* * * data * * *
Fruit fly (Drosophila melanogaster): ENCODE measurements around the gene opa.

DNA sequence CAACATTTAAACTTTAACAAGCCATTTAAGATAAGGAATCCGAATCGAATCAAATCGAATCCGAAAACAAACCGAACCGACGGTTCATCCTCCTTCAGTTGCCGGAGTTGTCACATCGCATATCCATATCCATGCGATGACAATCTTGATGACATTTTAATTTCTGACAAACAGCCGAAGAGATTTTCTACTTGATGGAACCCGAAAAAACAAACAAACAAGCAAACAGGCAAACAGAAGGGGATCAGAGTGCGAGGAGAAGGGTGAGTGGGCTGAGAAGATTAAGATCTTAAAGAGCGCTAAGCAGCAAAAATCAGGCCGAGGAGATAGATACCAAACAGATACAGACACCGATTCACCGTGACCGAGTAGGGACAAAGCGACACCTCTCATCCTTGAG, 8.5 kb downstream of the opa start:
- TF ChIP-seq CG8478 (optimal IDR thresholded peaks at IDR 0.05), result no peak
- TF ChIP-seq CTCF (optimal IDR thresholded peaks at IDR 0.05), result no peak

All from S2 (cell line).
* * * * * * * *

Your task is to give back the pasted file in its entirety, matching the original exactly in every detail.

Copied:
Fruit fly (Drosophila melanogaster): ENCODE measurements around the gene opa.

DNA sequence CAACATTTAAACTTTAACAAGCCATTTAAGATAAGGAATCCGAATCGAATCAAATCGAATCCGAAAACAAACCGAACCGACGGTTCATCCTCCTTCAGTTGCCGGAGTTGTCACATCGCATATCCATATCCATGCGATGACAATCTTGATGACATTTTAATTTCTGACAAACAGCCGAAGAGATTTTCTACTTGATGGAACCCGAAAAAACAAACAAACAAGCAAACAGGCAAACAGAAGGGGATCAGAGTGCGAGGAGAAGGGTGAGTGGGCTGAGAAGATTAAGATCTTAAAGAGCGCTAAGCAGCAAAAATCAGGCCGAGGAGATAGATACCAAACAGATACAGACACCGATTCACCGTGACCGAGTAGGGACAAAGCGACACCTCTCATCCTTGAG, 8.5 kb downstream of the opa start:
- TF ChIP-seq CG8478 (optimal IDR thresholded peaks at IDR 0.05), result no peak
- TF ChIP-seq CTCF (optimal IDR thresholded peaks at IDR 0.05), result no peak

All from S2 (cell line).